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The toy castle at the corner of Yermolaevsky lane (№28) and Tryokhprudny lane is one of Fyodor Schechtel's architectural projects. It's now the official address of the Uruguayan Embassy.
The Uruguayan Embassy occupies a miniature castle, which the architect Fyodor Schechtel originally built for his own home. The house's various sections, with sloping roofs and different towers come together in remarkable harmony. The house is set back from the road. The cobbled streets were habitually grimy, and so the architect moved his house back a little from the grubby street into its own private world. Only the living-room window peeks out to the world beyond.
On the frontage of Schechtel's chateau you can see the Latin letters “S.N.” above the fence around it – they stand for “Schechtel, Natalya” - the architect's wife. If you look to the right-hand side of the front entrance, you can see panels decorated with delicate irises. The triple iris – budding, flowering, and wilting – represents the ages of man (childhood, adulthood, and old age). There's a gold mosaic about the doorway showing the numbers “9” and “6” - the date of the building - 1896. The interiors of the building are preserved, including the staircase, living room with hearth, and a vestibule with stained glass.
Fyodor Schechtel was the leading light of Russian style moderne. However, he began not as an architect, but an artist – he illustrated and designed books and magazines, theatre posters, sheet music covers, and even menus for ceremonial banquets. He went on to become the most successful and fashionable architect in Moscow. Even so, he died in poverty. In the 1917 Russian Revolution all the houses he'd built for himself and his family were confiscated. He found himself out on the street, and was left with no place of his own for the remainder of his life.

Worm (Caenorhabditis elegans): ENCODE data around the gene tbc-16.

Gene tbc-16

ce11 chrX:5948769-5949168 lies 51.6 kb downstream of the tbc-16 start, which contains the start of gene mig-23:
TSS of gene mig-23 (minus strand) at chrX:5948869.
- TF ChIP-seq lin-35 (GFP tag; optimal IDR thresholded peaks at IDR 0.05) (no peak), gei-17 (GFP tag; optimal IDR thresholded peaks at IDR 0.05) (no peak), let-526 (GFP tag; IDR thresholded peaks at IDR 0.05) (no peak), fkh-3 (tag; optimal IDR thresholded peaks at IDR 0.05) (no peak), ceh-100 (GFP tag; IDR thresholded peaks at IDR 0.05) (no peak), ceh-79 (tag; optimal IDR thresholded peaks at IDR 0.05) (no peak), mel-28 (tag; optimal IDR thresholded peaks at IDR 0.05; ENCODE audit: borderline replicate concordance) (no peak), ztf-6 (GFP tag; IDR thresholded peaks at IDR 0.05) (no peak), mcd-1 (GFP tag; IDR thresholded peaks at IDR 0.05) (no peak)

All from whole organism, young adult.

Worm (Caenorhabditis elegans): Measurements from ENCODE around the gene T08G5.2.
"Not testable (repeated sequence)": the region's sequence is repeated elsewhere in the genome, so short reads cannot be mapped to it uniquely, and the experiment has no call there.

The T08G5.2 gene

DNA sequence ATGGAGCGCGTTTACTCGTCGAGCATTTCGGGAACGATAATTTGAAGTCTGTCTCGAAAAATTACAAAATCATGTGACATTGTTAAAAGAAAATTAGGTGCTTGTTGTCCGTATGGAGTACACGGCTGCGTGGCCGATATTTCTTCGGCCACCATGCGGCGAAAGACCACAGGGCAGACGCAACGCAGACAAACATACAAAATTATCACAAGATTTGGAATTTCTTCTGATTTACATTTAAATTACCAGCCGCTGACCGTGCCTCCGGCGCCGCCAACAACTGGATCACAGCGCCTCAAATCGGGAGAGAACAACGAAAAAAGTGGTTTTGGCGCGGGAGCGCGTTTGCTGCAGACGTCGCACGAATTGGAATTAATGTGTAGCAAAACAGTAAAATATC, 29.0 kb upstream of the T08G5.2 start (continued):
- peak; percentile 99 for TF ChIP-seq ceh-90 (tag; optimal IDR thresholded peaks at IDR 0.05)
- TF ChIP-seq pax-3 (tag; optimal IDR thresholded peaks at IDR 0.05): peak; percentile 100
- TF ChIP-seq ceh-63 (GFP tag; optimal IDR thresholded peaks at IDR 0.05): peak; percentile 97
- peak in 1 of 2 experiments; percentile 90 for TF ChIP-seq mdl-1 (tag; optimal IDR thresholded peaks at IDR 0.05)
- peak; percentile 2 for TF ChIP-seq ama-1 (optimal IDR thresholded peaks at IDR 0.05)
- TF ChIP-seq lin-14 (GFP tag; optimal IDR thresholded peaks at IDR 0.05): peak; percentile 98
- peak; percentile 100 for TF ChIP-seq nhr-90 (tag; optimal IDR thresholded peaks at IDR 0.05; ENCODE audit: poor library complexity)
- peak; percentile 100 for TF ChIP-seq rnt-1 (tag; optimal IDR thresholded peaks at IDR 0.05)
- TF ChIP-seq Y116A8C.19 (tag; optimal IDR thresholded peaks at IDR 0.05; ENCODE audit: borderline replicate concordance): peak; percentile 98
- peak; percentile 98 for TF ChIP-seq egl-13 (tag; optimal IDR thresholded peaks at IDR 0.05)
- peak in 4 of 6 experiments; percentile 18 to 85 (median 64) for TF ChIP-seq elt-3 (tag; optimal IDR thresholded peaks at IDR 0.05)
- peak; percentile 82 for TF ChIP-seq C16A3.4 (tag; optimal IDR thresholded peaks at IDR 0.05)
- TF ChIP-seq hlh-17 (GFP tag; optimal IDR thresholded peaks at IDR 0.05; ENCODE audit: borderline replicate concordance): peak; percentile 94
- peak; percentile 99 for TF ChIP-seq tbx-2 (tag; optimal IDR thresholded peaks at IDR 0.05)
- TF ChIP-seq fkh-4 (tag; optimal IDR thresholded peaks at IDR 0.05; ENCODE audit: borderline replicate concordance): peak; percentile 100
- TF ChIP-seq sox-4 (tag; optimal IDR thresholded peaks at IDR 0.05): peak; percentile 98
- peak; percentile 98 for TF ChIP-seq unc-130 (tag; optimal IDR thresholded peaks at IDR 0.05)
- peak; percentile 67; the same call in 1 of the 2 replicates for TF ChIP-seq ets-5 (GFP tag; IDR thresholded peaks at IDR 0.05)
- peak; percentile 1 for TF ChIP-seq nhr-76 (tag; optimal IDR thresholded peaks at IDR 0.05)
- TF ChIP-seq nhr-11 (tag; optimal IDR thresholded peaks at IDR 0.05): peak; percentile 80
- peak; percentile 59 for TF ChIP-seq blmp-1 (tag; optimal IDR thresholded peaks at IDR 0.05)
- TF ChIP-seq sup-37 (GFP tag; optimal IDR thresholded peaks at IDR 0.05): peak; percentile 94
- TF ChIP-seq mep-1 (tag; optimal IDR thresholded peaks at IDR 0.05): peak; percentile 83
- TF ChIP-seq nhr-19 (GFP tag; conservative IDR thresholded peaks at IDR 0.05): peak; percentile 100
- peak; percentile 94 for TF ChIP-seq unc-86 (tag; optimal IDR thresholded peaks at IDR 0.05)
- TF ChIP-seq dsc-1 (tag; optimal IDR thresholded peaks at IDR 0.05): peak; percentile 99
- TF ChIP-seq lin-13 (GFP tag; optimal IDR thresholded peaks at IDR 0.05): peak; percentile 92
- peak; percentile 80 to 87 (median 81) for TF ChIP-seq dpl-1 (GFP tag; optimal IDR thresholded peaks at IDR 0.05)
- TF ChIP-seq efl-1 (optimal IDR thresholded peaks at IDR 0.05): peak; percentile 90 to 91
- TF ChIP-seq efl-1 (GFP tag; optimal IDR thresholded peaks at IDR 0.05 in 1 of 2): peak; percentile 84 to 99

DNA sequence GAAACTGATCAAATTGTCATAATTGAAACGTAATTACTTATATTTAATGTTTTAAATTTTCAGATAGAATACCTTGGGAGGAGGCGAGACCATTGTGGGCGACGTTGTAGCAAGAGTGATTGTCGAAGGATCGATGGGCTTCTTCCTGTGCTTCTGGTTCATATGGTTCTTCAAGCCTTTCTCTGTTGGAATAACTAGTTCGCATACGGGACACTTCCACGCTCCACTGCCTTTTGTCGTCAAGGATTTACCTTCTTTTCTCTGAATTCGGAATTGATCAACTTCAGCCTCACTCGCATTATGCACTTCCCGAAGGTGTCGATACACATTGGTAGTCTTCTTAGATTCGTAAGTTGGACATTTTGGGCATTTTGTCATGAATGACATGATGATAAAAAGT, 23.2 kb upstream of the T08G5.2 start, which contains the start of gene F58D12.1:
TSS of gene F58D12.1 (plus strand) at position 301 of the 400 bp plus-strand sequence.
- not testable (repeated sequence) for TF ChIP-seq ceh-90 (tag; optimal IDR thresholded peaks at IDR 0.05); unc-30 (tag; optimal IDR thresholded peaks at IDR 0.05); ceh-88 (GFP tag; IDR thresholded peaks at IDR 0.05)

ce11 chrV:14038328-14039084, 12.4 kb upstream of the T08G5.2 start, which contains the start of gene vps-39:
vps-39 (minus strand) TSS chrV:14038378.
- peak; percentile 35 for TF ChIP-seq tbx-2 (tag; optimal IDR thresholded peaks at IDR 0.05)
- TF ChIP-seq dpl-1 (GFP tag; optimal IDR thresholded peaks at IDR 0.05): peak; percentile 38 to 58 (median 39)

We would like to offer you a very interesting tour in the centre of Moscow – around Patriarshiye Prudy or Patriarch’s Ponds. For the last 200 years, there has been only one pond known to the public, although, the name of Tryokhprudny Pereulok (lit. Three-Pond Lane) suggests there used to be more. It is known that in 1683-1684 Patriarch Joachim ordered to dig three ponds for drainage of wetlands and fish farming to the patriarchal table. So, such ponds were fishponds.
The area is named after the seventeenth century Patriarch's Goat Sloboda located on the Goat Marsh. This marsh once was connected by a brook to the Presnya River in the west; by 1739, when the first topographic map was compiled, the brook disappeared and the marsh separated from the Presnya. People considered the swamp as an anomalous zone; apparently this caused a proverb ("Thomas has hastened, but made people laugh - he sticked in Patriarshy").
The pond acquired its present shape and was cleaned up in 1830-31 in the frames of the plan to rebuild Moscow after the Fire of 1812.
At the beginning of the XX century the area around the Ponds was actively built up. Among the buildings appeared at this time, you can see the mansion of Tarasov. In 1924, the Soviet government in the fight against religion renamed the Patriarch's Ponds in Pioneer Ponds. In 1945 in Ermolaevsky Lane a house for senior military commanders of the USSR was built.
Near the Ponds you will find a monument to Ivan Krylov. The fabulist sits surrounded by animated characters of his works: a monkey in front of a mirror, barking pug after the elephant, crow with cheese.
This district is, directly or indirectly, connected with Russian poets: Karamzin, Zhukovsky, Pushkin, Gogol, Baratynsky, Krylov. Not far from the Ponds lived Vladimir Mayakovsky. In Tree-Pond Lane Marina Tsvetaeva was born.
The novel by Mikhail Bulgakov “Master and Margarita” begins at Patriarch's Ponds. During the tour you will see the Museum-Theatre "Bulgakov's House". The district has a number of museums: Yermolova Museum, State Museum of Oriental Art, Anton Chekhov’s Museum, Svyatoslav Richter Memorial Apartment, Alexey Tolstoy Memorial Apartment, Maxim Gorky Memorial House, etc.